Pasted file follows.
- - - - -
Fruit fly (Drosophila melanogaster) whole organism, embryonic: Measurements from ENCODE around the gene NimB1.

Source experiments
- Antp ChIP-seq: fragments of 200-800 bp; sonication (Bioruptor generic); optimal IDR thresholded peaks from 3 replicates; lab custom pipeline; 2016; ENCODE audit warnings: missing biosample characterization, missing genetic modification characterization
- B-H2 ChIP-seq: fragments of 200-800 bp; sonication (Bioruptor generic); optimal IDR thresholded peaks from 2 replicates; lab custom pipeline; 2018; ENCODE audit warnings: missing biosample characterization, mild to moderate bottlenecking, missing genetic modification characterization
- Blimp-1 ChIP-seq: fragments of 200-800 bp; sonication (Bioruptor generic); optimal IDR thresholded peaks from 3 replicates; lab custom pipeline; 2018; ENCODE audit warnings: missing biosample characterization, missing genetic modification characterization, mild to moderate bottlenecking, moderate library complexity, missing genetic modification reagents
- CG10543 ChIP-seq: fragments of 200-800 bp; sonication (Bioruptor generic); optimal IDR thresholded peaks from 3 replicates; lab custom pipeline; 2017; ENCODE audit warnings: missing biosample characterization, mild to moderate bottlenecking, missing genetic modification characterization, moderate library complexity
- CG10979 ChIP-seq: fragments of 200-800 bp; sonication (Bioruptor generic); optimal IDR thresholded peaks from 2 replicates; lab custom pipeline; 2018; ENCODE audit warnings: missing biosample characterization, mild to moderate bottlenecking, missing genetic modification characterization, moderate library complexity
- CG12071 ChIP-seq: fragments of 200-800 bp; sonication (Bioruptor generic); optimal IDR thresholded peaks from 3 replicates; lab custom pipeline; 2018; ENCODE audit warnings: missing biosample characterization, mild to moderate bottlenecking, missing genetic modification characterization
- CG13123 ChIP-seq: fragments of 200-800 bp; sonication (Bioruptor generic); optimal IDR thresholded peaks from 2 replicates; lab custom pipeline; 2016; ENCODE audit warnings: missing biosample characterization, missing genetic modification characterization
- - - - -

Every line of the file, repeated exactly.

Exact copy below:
Fruit fly (Drosophila melanogaster) whole organism, embryonic: Measurements from ENCODE around the gene NimB1.

Source experiments
- Antp ChIP-seq: fragments of 200-800 bp; sonication (Bioruptor generic); optimal IDR thresholded peaks from 3 replicates; lab custom pipeline; 2016; ENCODE audit warnings: missing biosample characterization, missing genetic modification characterization
- B-H2 ChIP-seq: fragments of 200-800 bp; sonication (Bioruptor generic); optimal IDR thresholded peaks from 2 replicates; lab custom pipeline; 2018; ENCODE audit warnings: missing biosample characterization, mild to moderate bottlenecking, missing genetic modification characterization
- Blimp-1 ChIP-seq: fragments of 200-800 bp; sonication (Bioruptor generic); optimal IDR thresholded peaks from 3 replicates; lab custom pipeline; 2018; ENCODE audit warnings: missing biosample characterization, missing genetic modification characterization, mild to moderate bottlenecking, moderate library complexity, missing genetic modification reagents
- CG10543 ChIP-seq: fragments of 200-800 bp; sonication (Bioruptor generic); optimal IDR thresholded peaks from 3 replicates; lab custom pipeline; 2017; ENCODE audit warnings: missing biosample characterization, mild to moderate bottlenecking, missing genetic modification characterization, moderate library complexity
- CG10979 ChIP-seq: fragments of 200-800 bp; sonication (Bioruptor generic); optimal IDR thresholded peaks from 2 replicates; lab custom pipeline; 2018; ENCODE audit warnings: missing biosample characterization, mild to moderate bottlenecking, missing genetic modification characterization, moderate library complexity
- CG12071 ChIP-seq: fragments of 200-800 bp; sonication (Bioruptor generic); optimal IDR thresholded peaks from 3 replicates; lab custom pipeline; 2018; ENCODE audit warnings: missing biosample characterization, mild to moderate bottlenecking, missing genetic modification characterization
- CG13123 ChIP-seq: fragments of 200-800 bp; sonication (Bioruptor generic); optimal IDR thresholded peaks from 2 replicates; lab custom pipeline; 2016; ENCODE audit warnings: missing biosample characterization, missing genetic modification characterization